Learn about process mapping, a method which promotes a better understanding of processes and the identification of areas of improvement.
Process mapping visually represents a workflow, allowing team to understand a process and its components more clearly. There are a variety of process maps, and you may know one by a different name, such as a flowchart, a detailed process map, a document map, a high-level process map, a rendered process map, a swimlane, a value-added chain diagram, a value-stream map, a flow diagram, a process flowchart, a process model or a workflow diagram. These visual diagrams are usually a component of a company’s business process management (BPM).
A process map outlines the individual steps within a process, identifying task owners and detailing expected timelines. They are particularly helpful in communicating processes among stakeholders and revealing areas of improvement. Most process maps start at a macro level and then provide more detail as necessary.
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There are several different types of process maps. Some of mapping techniques include:
Process maps use visual representations, such as basic symbols to describe each element in the process. Some of the most common symbols are arrows, circles, diamonds, boxes, ovals and rectangles. These symbols can come from the Business Process Model and Notation (BPMN) or Unified Modeling Language (UML) (link resides outside IBM), which are graphical methods of notation for process maps.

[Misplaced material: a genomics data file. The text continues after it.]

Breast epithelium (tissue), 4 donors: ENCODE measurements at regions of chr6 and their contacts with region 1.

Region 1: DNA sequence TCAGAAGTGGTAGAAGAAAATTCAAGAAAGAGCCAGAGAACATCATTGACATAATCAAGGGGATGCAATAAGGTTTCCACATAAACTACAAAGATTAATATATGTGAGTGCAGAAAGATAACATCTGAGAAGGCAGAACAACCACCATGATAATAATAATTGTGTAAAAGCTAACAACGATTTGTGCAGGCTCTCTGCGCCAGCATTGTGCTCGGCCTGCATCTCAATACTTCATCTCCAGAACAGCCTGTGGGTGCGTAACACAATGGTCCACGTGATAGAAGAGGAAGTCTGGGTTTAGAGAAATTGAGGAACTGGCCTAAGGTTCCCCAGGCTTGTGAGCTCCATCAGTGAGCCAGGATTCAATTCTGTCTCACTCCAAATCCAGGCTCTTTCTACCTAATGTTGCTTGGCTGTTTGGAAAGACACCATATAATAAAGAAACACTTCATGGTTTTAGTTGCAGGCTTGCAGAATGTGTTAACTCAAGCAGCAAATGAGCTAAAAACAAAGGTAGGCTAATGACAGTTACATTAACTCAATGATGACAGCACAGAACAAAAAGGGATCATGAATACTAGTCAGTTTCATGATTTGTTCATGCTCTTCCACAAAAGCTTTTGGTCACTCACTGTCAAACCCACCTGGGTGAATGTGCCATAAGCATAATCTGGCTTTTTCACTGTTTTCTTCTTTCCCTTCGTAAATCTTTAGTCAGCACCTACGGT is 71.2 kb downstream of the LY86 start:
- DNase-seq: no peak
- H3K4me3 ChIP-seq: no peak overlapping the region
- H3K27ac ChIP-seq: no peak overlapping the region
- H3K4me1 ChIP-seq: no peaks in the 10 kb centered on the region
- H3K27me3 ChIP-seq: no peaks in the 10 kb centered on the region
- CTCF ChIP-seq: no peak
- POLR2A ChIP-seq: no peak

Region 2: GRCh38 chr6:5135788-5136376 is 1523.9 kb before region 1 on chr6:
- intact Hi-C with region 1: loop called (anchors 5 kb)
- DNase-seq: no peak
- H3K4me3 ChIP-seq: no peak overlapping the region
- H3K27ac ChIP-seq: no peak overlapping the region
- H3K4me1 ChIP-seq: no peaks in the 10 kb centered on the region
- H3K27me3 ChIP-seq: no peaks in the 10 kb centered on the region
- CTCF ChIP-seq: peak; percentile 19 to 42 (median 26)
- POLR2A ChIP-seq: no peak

Most organizations will need to use only a few of the most common symbols to complete a process map. Some of these symbols include:
When developing your own business process map, you’ll want to leverage this methodology:
For more tips on how to create an effective process map, read this blog.
The primary purpose of business process mapping is to assist organizations in becoming more efficient and effective at achieving a specific task or goal. It does this by providing greater transparency around decision-making and process flow which in turn helps to identify redundancies and bottlenecks within and between processes. Since process maps leverage visual cues and symbols, they make it easier to communicate a process to a broad audience. This can lead to increased engagement, as long-form documentation can be more tedious for both owners to create and for end users to consume.
By leveraging pre-made templates within process mapping software, teams can easily collaborate and brainstorm ways to streamline work processes, enabling business process improvement. In doing so, businesses can also better address specific challenges, such as employee onboarding and retention or declining sales.
Some specific benefits of process mapping include:
Instead of utilizing long-form documentation, streamline your workflow with software programs, like IBM Blueworks Live, which can help customize your process map to your business needs.
IBM Blueworks Live is a cloud-based business process modeling tool that provides a dedicated, collaborative environment to build and improve business processes through process mapping automation. IBM Blueworks Live makes it easy to document, analyze and improve your business processes. Teams can collaborate in real-time through an intuitive and accessible web interface, which enables easy documentation and analysis of processes.
For more information on process mapping, sign up for a free IBMid and create your IBM Cloud account.